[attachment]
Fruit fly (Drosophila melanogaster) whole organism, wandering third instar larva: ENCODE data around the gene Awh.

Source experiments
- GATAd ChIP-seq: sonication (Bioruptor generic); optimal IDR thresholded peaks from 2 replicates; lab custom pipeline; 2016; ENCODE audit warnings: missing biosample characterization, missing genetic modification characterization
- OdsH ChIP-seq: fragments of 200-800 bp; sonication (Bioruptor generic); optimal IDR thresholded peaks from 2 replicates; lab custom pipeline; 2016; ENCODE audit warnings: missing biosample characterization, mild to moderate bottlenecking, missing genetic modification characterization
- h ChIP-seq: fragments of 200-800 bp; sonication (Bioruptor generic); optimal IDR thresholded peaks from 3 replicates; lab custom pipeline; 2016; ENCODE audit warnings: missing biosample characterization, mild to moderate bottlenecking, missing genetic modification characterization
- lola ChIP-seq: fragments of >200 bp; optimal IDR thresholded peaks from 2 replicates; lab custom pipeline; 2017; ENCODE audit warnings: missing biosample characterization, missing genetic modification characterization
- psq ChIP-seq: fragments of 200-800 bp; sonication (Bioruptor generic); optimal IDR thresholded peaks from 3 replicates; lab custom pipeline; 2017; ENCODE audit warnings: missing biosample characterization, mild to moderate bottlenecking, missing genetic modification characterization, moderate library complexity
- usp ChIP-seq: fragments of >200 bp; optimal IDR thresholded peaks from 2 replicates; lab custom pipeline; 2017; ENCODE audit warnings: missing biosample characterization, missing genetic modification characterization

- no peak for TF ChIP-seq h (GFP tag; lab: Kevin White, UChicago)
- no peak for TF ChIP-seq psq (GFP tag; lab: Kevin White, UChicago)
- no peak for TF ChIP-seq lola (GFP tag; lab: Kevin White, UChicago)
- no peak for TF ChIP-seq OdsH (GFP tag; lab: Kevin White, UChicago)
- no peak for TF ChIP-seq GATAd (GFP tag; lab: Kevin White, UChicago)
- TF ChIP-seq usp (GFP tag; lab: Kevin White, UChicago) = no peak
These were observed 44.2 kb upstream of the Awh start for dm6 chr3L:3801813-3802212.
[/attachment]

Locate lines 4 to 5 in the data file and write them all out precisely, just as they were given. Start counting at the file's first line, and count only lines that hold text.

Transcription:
- OdsH ChIP-seq: fragments of 200-800 bp; sonication (Bioruptor generic); optimal IDR thresholded peaks from 2 replicates; lab custom pipeline; 2016; ENCODE audit warnings: missing biosample characterization, mild to moderate bottlenecking, missing genetic modification characterization
- h ChIP-seq: fragments of 200-800 bp; sonication (Bioruptor generic); optimal IDR thresholded peaks from 3 replicates; lab custom pipeline; 2016; ENCODE audit warnings: missing biosample characterization, mild to moderate bottlenecking, missing genetic modification characterization